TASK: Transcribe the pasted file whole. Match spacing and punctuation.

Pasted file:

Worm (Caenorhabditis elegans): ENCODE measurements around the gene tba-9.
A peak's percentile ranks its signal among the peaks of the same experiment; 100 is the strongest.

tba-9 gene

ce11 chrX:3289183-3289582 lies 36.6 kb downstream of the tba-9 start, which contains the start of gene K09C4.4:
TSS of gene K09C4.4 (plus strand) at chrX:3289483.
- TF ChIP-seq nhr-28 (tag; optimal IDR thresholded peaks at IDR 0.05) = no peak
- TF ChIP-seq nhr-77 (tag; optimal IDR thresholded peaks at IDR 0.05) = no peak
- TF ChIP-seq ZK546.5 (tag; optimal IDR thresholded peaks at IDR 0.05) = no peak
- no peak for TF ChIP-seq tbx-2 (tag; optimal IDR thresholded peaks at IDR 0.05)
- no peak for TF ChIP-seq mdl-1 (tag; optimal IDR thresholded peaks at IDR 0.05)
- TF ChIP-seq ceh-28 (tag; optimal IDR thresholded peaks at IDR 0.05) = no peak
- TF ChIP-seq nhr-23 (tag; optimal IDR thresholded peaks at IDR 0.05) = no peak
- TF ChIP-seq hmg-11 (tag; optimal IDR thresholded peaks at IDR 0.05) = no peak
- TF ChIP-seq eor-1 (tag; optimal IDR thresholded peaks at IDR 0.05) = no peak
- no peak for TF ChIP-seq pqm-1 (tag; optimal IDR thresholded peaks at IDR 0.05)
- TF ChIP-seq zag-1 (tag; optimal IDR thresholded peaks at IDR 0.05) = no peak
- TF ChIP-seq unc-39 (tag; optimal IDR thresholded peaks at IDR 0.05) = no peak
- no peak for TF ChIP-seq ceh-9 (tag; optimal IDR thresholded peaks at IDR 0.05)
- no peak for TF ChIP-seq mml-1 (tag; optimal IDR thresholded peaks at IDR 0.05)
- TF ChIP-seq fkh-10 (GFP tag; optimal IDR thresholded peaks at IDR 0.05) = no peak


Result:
Worm (Caenorhabditis elegans): ENCODE measurements around the gene tba-9.
A peak's percentile ranks its signal among the peaks of the same experiment; 100 is the strongest.

tba-9 gene

ce11 chrX:3289183-3289582 lies 36.6 kb downstream of the tba-9 start, which contains the start of gene K09C4.4:
TSS of gene K09C4.4 (plus strand) at chrX:3289483.
- TF ChIP-seq nhr-28 (tag; optimal IDR thresholded peaks at IDR 0.05) = no peak
- TF ChIP-seq nhr-77 (tag; optimal IDR thresholded peaks at IDR 0.05) = no peak
- TF ChIP-seq ZK546.5 (tag; optimal IDR thresholded peaks at IDR 0.05) = no peak
- no peak for TF ChIP-seq tbx-2 (tag; optimal IDR thresholded peaks at IDR 0.05)
- no peak for TF ChIP-seq mdl-1 (tag; optimal IDR thresholded peaks at IDR 0.05)
- TF ChIP-seq ceh-28 (tag; optimal IDR thresholded peaks at IDR 0.05) = no peak
- TF ChIP-seq nhr-23 (tag; optimal IDR thresholded peaks at IDR 0.05) = no peak
- TF ChIP-seq hmg-11 (tag; optimal IDR thresholded peaks at IDR 0.05) = no peak
- TF ChIP-seq eor-1 (tag; optimal IDR thresholded peaks at IDR 0.05) = no peak
- no peak for TF ChIP-seq pqm-1 (tag; optimal IDR thresholded peaks at IDR 0.05)
- TF ChIP-seq zag-1 (tag; optimal IDR thresholded peaks at IDR 0.05) = no peak
- TF ChIP-seq unc-39 (tag; optimal IDR thresholded peaks at IDR 0.05) = no peak
- no peak for TF ChIP-seq ceh-9 (tag; optimal IDR thresholded peaks at IDR 0.05)
- no peak for TF ChIP-seq mml-1 (tag; optimal IDR thresholded peaks at IDR 0.05)
- TF ChIP-seq fkh-10 (GFP tag; optimal IDR thresholded peaks at IDR 0.05) = no peak